Should You Talk To A Police Officer?

Should You Talk To A Police Officer?

There are many times in a person’s life when they may have to talk to a police officer. These talks do not happen simply because you are a suspect. In fact, victims, bystanders and community members are often talked to.

Normally, people believe that it is their duty to assist law enforcement. People want to help in any way that they can. No one takes the time to consider whether they should give a statement.

When officers ask for a statement, people willingly speak with them, never realizing that the statement could be turned around to make that innocent person look guilty.

What is the “art of interrogation” used by police?

The “art of interrogation” starts with an innocent statement. Picture this: You are a passenger in a car wreck. Officers arrive on scene and ask you what happened. You respond, “I am not sure. We were talking and suddenly, the car was spinning.” You are taken to the hospital to be checked out. Officers arrive at the hospital and tell you that they need to clear up a few things.

They start asking you if the driver turned too soon. You reply that you “don’t think so.” They ask you to repeat the entire story. Slowly, you take them through the details that you remember again. When you finish, they ask you if the driver sped up or turned too soon again. And again, you reply that you “don’t think so.”

The officer then asks whether “the driver sped up and maybe you just did not notice.” You agree that this is a possibility. You have just given them three different answers. Officers can now tell you that they feel like you might know more than you are telling them. In fact, based on your vague answers, they might even believe you are covering for the driver.

Image courtesy of the_renderfish via iStock by Getty Images.

What does the “art of interrogation” look like in real life?

Now picture this: Your friend comes over to watch the football game. He leaves right after the halftime show. The next day, officers come to your door and ask you to come to the station to give a statement. You comply, knowing that you haven’t done anything wrong. You are placed in a small room, and the officer tells you that your friend was seen fleeing a crime scene.

The eyewitness is sure that it was your friend. And when officers arrested your friend, he said that he “was at your house watching the game.” You agree that he was and say that you don’t believe that your friend would ever break the law.

The officer asks you what time your friend left. You say that he left “right after the halftime show.” The officer asks, “Did you look at your watch or a clock?” “No, I am going by what was on TV,” you respond. The officer says, “And what was on TV?” You reply that Madonna had just finished singing. The officer responds again, claiming that “they had fireworks and dancers after Madonna.” You agree, and the officer says that your friend must have left before the halftime show was over. You reply, “I guess so.”

You have just helped them poke holes in your friend’s alibi and timeline. Your friend may not have been anywhere near the scene of the crime. But that doesn’t matter now.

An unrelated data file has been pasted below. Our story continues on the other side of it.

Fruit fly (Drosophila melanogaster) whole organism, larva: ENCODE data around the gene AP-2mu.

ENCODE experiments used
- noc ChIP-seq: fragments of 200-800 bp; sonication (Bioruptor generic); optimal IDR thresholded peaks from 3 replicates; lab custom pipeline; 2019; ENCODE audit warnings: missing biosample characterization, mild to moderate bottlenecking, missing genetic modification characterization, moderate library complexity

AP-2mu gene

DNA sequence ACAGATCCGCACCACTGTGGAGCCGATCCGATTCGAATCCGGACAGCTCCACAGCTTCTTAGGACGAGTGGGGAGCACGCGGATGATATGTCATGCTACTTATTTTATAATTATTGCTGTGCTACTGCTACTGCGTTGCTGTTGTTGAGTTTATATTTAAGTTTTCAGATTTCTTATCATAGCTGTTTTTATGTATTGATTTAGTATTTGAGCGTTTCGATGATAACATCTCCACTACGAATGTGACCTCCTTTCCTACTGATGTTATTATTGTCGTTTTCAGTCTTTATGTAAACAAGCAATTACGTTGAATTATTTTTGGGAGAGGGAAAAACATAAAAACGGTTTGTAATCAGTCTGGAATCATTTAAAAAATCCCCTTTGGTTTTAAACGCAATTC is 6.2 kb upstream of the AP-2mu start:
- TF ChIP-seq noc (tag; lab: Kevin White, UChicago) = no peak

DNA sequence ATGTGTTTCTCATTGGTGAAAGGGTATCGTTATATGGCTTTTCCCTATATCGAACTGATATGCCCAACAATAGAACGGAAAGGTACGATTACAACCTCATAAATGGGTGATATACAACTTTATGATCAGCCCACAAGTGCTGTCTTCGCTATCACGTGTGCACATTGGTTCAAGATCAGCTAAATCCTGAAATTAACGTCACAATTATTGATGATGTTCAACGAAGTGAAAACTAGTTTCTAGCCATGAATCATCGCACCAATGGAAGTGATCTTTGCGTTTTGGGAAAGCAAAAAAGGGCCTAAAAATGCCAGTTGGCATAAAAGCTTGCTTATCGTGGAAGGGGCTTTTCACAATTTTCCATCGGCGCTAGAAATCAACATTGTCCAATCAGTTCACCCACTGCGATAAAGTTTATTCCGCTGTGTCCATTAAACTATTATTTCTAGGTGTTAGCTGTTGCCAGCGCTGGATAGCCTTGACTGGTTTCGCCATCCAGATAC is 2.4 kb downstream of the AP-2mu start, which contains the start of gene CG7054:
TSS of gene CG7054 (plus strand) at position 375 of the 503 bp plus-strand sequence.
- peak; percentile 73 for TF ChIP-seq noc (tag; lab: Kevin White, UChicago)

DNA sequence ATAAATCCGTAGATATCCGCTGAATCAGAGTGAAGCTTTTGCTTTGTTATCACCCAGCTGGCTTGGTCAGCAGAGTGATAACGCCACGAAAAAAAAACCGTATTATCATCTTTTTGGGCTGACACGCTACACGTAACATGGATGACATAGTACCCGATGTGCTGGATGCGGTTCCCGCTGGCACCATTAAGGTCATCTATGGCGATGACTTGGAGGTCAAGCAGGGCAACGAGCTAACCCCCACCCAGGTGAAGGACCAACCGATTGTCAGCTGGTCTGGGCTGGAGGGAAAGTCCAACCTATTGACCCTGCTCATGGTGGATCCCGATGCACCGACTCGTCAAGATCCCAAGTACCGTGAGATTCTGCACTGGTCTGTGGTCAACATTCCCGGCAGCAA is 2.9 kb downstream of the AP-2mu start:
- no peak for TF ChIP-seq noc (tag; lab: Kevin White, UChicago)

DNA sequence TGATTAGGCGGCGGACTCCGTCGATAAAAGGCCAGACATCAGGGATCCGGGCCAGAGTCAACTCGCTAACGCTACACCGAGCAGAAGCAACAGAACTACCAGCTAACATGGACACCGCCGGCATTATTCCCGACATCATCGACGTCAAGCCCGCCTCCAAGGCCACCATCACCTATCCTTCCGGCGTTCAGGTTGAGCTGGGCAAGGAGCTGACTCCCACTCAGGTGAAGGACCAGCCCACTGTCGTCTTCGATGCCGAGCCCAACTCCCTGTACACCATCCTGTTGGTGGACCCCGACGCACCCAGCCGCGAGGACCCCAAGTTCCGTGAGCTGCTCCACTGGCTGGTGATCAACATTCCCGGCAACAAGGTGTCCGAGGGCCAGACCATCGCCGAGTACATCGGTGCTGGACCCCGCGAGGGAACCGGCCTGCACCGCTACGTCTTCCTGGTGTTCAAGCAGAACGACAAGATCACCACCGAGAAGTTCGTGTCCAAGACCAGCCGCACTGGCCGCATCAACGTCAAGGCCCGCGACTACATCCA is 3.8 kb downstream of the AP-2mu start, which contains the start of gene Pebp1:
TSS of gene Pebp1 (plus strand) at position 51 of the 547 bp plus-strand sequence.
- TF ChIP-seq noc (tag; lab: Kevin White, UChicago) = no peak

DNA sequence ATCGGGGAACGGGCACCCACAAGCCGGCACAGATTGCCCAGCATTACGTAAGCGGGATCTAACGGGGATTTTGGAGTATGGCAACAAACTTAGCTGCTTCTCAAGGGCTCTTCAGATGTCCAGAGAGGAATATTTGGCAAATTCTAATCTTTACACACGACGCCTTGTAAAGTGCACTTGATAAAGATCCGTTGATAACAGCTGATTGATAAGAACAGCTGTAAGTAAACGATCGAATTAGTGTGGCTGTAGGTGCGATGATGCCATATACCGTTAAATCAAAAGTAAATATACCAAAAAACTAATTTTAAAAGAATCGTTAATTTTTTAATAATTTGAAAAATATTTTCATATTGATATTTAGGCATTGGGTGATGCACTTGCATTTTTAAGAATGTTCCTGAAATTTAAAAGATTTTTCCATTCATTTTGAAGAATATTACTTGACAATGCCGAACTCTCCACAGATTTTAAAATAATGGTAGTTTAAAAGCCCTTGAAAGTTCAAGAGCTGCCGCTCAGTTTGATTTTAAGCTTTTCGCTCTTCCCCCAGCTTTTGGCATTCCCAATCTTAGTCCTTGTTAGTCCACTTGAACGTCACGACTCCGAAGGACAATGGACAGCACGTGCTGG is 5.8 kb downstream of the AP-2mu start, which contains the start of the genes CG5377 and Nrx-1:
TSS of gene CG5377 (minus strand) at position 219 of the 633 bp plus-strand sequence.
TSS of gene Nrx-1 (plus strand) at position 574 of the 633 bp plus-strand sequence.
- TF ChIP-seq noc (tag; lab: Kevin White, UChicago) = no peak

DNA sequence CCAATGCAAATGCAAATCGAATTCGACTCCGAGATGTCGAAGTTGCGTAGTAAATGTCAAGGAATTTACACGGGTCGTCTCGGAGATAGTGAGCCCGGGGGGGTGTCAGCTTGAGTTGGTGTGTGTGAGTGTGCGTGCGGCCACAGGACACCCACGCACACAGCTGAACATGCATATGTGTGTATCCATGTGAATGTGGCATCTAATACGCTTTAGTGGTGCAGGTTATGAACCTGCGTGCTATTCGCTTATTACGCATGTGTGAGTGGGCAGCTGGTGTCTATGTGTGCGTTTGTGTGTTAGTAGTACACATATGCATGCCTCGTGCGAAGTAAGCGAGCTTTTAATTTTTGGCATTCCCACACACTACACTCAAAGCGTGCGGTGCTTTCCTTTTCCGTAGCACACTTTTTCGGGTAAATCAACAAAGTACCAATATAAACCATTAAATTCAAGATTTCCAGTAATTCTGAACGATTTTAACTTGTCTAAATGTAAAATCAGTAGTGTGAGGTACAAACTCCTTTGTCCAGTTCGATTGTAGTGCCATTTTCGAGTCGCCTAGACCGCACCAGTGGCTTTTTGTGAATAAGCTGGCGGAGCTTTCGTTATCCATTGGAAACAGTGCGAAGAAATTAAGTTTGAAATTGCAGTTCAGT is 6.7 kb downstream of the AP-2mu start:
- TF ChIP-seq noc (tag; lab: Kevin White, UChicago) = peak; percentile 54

What should you know if you talk to a police officer?

There are a huge number of people that are in jails and prisons for crimes that someone else committed. It is easier to get involved in a crime than most people think. For example, image that you offer someone a ride. That person may have just committed a crime. You don’t know anything about the crime. But when the police stop you, you are both arrested.

Technically, you do not know what has occurred. The police will ask you what you are doing with the other person in your car. And you will innocently respond I am giving them a ride. Your own words have just connected you to a person that committed a crime. And you may be charged with the crime that they committed.

It is scary to think that your words can be twisted and misunderstood. Throughout many investigations, witnesses are left unsure and confused about what they said because officers have made them feel like they were changing their stories, that they did not remember things clearly or that they were trying to confuse the investigation. At times, these talks last for hours. And the more that they speak to you, the more they can make you doubt or question your own words.

Image courtesy of Grendelkhan via Wikimedia Commons.

Should you get a lawyer before you talk to police?

No matter what the situation is, everyone needs to know what their rights are. Every person has the right to remain silent and the right to an attorney. Asking for an attorney does not mean that you are guilty of anything. Instead, it means that you understand that you need to protect yourself.

Having an attorney will ensure that your words are taken at face value. And when interrogators try to confuse you or turn your words around, the lawyer will protect you from these tactics. Having a lawyer with you when questioned by police can be the difference between your statement helping or your statement being used against you to make it seem like you did something wrong.

There are many times that witnesses, or even victims have been turned into suspects. Know your rights, and recognize that these protections have been put into place to help you.

The Takeaway:

Before you talk to police, there are a lot of things you should know. You need to know about the “art of interrogation” and how police can use your words against you or your loved ones. You need to know your rights and how they can protect you. And you need to know that it’s okay to get help from a lawyer.

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